Being quarantined with close family these past few months has meant trying to communicate effectively, and for many the “togetherness” has highlighted communication challenges, especially hearing loss. Shortcomings you might have ignored before may have become more noticeable than ever, perhaps even annoying. And many people want to do something about it—but who can they turn to?
The answer is an audiologist. An audiologist is a doctoral-level professional who specializes in the diagnosis and non-medical treatment of hearing loss, tinnitus, and balance disorders.
- Test/evaluate hearing and balance
- Recommend, fit/dispense, service, and adjust hearing aids
- Recommend and provide assistive listening devices (products to enhance telephone conversations, television viewing, etc.)
- Provide tinnitus assessment and management
- Provide education regarding the effects of noise on hearing and options for prevention of hearing loss
- Deliver aural rehabilitation and counseling related to hearing loss/tinnitus rehabilitation (counseling, education, auditory training/exercises)
- Assess balance, dizziness and vertigo with treatment for dizziness from Benign Paroxysmal Positional Vertigo (BPPV)
Education and Training
Audiologists receive extensive education in hearing and balance disorders. These professionals have earned postgraduate masters and/or doctoral degrees. A doctoral degree is required for graduates practicing after 2012. You may look for the initials Au.D., (Doctor of Audiology—clinical degree); Ph.D. (Doctor of Philosophy—research and/or clinical research degree); or Sc.D. (Doctor of Science—usually a clinical degree) to designate doctoral training.
As part of their four-year doctoral training, audiologists spend a final year completing an externship experience supervised by a licensed audiologist. The externship provides practical, hands-on, advanced experience.
Audiologists specialize in a variety of areas, including prescribing, fitting, and adjusting hearing aids and other hearing assistive devices. In addition, audiologists also screen the hearing of newborns, teach listening skills and strategies, assess individuals with central auditory processing disorders, diagnose and manage tinnitus and misophonia (sound sensitivity) and diagnose and treat dizziness and balance disorders.
Audiologists may be invited to provide clinical teaching and adjunct clinical supervision at universities and colleges that have audiology programs.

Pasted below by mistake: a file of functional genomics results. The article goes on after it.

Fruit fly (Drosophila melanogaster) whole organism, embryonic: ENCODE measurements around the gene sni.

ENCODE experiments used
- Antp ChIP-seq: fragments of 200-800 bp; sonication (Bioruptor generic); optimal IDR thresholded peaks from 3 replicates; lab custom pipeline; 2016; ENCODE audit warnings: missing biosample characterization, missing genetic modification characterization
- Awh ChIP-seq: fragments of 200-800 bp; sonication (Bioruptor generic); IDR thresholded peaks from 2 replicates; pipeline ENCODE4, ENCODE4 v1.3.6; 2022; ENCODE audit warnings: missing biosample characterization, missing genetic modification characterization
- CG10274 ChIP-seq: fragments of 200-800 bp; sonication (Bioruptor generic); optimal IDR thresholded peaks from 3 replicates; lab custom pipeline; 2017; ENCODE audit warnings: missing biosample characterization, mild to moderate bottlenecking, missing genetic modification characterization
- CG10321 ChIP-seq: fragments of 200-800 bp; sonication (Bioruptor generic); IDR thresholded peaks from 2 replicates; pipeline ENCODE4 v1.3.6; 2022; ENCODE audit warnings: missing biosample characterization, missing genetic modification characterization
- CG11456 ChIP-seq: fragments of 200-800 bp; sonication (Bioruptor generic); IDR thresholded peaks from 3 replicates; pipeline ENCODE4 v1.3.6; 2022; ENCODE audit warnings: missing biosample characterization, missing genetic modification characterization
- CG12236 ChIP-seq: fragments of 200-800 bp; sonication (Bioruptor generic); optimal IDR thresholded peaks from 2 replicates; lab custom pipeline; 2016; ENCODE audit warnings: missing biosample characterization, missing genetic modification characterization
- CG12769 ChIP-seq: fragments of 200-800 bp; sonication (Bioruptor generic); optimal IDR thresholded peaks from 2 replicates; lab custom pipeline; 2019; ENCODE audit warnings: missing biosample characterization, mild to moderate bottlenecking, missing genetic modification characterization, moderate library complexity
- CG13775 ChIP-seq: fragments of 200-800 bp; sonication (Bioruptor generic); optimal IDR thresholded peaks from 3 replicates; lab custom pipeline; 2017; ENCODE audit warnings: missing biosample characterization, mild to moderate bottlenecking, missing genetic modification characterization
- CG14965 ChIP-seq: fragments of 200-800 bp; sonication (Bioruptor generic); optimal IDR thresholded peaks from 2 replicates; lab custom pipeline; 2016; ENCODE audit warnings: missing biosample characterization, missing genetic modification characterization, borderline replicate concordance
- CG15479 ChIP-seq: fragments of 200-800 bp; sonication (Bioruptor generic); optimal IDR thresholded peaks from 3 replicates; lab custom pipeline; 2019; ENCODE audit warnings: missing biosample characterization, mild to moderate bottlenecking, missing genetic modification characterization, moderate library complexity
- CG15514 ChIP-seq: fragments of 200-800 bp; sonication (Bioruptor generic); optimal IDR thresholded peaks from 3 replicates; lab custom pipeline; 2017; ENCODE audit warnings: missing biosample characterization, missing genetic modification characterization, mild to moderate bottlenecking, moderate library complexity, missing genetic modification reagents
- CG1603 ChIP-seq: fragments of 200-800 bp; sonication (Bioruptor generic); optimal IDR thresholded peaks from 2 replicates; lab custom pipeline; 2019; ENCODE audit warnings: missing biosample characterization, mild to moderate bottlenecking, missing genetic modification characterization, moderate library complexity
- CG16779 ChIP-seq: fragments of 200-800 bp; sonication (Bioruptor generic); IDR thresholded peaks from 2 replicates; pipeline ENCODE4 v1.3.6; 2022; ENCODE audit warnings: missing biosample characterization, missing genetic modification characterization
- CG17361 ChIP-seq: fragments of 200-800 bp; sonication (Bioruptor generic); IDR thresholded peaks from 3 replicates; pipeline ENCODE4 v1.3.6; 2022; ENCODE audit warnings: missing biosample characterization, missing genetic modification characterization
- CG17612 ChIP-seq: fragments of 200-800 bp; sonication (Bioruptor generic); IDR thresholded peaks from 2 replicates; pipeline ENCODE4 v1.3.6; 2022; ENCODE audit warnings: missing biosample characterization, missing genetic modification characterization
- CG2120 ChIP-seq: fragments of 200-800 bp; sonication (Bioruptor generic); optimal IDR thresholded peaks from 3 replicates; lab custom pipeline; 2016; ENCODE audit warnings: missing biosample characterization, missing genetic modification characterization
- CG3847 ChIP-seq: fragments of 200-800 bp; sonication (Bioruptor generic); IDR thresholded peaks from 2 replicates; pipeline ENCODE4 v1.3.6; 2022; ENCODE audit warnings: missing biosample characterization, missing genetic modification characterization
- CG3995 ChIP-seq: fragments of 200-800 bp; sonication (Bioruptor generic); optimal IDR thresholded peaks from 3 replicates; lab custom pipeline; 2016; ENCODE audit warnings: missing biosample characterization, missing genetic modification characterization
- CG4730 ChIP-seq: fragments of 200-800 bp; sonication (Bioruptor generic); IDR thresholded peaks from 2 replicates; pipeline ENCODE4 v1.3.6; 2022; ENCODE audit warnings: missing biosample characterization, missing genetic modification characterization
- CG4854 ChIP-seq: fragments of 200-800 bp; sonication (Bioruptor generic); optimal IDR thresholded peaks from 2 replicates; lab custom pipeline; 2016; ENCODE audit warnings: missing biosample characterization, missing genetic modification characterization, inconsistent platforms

Signs You Need an Audiologist
Asking “What?” a lot is just one sign that you might need the expertise of an audiologist. Ask yourself these questions below, and if you answer “yes” to any of them, it could be a sign you need an audiologist’s help:
- Do you experience ringing or hear noises in your ears?
- Does one of your ears hear much more clearly than the other?
- Do you have difficulty following conversations in a noisy restaurant or crowded room?
- Do you feel that people mumble or fail to speak clearly?
- Do you have difficulty listening to the TV or radio?
- Do you find it difficult to understand the speaker at a public meeting or religious service?
- Does your difficulty hearing interfere with your personal, family or social life?
Hearing Aid Technology
If a hearing evaluation shows you have a hearing loss, the audiologist may recommend hearing aids for you. Hearing aids are medical devices regulated by the Food and Drug Administration (FDA). They must be recommended, prescribed, and fit by licensed professionals. This standard is in place to protect the individual with hearing loss, because not all individuals are candidates for hearing aids. And for those who do need hearing aids, following state licensure laws and best practices for dispensing hearing aids is critical.
There are hundreds of hearing aids available with a wide variety of features. An audiologist not only uses advanced diagnostic testing to determine your type of hearing loss, but can use this information to determine the best hearing aid solution for your specific needs and budget.
Today’s digital hearing aids utilize tiny computer processors. They can be programmed, but if they are not adjusted correctly for your specific hearing loss, you could purchase a hearing aid and not receive the full benefit. An audiologist who follows best practices and uses the correct verification equipment with the expertise to program your hearing aids for your individual hearing needs.
The Associated Audiologists team features professionals who use advanced diagnostic and verification technology to diagnose and treat hearing loss. The practice offers digital hearing aid products from the world’s most respected manufacturers backed by unparalleled service. We also have experts who specialize in diagnosing and managing tinnitus and sound sensitivity, and dizziness and balance disorders.
Each of our associates is a doctoral-level audiologist. Our audiologists are members of the Academy of Doctors of Audiology (ADA) and hold certificates of clinical competence in audiology from the American Speech-Language-Hearing Association (ASHA). Many of our team members are also clinical supervisors at the University of Kansas Medical Center and other regional audiology training institutions.
Schedule an appointment with a doctoral-level audiologist today.